Friday, May 23, 2008

What the mad scientist did next

I have had a fun week talking about the book in various radio studios. Several interviewers have asked me about my apparently superhuman efforts to record, on video, every word and action that Athena made. This is an issue on which I have been pleased to set the record straight. I drew on about twenty hours of video recordings in telling Athena's story, which is probably about average for a modern, digitally scrutinised family. There was a period of about a year, when we were between camcorders, when I hardly took any video at all. The notetaking might have been unusual, but the use of a camera wasn't. 

It raises an interesting question, though, which came up at the Newcastle launch of the book. Even supposing that the attention I have given her has not screwed her up, is there any sense in which having this detailed record of her early life will distort her later memory? Will she find that her own recollections will be too heavily skewed towards those that I chose to set down, for example; will she be less likely to trust memories that aren't in the book? I think this is a difficult question, but surely one that all parents who own a video camera will have to address. Modern childhoods are being recorded from all angles, mediated by digital technology and endlessly replayed. When I started doing developmental research in the early 1990s, we had to go to some lengths to ensure that the kids we were working with were comfortable with the idea of being videoed. Nowadays, the camcorder is so much part of the family that toddlers, on the whole, do not bat an eyelid at the appearance of the little silver box.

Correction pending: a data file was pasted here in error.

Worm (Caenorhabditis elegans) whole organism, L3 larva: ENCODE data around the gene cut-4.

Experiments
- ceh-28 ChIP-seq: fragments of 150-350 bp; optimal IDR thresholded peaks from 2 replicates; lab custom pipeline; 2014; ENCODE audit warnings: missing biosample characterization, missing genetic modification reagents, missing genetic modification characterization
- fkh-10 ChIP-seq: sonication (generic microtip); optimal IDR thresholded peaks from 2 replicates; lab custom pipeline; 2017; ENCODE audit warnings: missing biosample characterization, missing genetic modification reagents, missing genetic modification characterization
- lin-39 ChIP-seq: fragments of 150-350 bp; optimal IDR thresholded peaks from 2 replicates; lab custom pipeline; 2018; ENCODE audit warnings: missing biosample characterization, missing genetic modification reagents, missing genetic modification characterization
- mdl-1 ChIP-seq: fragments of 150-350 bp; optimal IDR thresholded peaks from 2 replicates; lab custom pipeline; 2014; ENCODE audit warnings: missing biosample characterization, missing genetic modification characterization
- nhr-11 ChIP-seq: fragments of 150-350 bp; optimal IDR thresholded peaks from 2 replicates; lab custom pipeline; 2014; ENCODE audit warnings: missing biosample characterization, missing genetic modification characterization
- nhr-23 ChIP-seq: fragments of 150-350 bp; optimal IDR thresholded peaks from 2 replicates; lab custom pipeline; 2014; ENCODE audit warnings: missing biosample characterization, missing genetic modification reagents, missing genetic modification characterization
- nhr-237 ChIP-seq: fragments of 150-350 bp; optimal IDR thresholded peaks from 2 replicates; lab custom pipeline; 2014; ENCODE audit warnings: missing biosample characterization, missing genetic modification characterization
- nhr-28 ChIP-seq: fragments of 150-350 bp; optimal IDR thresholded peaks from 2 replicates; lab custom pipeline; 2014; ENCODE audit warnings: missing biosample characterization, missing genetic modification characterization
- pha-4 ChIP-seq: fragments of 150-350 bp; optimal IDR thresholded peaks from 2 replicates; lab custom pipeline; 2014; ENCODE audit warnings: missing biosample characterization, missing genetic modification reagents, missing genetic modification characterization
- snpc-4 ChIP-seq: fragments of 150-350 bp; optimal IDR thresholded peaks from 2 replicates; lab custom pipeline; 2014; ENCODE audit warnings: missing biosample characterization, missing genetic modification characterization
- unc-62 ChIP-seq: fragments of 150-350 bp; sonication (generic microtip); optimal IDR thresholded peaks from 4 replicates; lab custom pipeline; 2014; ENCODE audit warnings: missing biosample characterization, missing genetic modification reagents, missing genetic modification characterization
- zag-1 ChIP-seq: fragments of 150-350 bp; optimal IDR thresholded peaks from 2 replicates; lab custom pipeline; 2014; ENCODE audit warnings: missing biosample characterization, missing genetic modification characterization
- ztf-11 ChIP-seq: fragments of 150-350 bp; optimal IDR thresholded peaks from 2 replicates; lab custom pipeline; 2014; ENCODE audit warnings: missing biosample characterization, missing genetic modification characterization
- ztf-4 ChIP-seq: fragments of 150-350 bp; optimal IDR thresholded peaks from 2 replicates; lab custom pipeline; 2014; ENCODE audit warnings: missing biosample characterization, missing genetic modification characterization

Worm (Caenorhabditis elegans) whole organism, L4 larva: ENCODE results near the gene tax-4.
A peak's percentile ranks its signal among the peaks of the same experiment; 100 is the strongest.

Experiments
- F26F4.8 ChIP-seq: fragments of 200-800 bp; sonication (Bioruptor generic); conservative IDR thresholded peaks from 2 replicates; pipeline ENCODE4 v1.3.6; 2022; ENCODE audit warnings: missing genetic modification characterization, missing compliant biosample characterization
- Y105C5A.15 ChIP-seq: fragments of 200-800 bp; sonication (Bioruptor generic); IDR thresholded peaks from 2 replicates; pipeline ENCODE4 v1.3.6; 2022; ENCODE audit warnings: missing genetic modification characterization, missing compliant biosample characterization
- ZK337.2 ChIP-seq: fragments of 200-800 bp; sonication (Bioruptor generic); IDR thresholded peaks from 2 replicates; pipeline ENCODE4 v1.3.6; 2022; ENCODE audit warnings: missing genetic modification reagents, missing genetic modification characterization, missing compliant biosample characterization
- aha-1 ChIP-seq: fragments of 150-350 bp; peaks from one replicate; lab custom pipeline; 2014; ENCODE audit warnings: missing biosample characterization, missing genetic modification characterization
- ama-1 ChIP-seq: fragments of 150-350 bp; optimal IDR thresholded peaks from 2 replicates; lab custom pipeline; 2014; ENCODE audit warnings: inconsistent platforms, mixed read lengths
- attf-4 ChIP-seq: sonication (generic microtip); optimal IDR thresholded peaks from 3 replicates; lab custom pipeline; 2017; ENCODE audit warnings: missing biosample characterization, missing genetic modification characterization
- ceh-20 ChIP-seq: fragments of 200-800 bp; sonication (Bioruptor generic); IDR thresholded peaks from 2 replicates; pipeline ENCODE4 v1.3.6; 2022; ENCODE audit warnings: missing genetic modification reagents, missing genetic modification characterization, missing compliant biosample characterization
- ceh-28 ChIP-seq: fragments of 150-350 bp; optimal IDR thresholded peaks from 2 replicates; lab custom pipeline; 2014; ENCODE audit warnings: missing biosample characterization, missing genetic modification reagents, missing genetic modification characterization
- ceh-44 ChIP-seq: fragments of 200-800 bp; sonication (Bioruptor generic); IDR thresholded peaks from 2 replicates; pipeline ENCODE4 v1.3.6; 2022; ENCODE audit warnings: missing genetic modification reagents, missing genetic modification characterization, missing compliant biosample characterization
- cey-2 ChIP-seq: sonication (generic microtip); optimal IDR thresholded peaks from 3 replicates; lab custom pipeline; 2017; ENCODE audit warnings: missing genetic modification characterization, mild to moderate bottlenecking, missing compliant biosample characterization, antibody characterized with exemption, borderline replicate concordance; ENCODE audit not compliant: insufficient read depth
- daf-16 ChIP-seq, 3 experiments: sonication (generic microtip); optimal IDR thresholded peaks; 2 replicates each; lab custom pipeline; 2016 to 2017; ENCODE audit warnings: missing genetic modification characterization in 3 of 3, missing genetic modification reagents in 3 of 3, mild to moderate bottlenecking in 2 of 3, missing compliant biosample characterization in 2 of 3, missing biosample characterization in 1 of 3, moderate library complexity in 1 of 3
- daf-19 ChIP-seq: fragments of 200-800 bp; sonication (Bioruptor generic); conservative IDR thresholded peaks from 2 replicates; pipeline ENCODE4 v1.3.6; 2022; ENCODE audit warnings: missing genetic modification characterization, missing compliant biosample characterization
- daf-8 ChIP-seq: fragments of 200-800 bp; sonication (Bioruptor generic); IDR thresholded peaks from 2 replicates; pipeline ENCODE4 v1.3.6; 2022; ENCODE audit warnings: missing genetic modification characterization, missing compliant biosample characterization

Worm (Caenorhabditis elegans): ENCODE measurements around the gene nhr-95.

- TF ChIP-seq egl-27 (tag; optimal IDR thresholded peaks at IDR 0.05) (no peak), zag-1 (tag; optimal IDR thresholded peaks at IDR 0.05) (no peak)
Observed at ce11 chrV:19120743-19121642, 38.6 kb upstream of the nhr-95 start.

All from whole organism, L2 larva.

When I was small, the cine camera came out on high days and holy days, and there would be some grainy footage of me in my cowboy outfit, galloping down the street on my hobby horse. Even rarer were the occasions when we would gather as a family, dim the lights and watch these little cinematic marvels. Perhaps that left space for memories which, in the constant glare of a camcorder, would not have survived. I don't know. My parents divorced when I was six; I have almost blanket amnesia for that period of my life. Perhaps the presence of a Canon or JVC would have given me a firmer root in it. 

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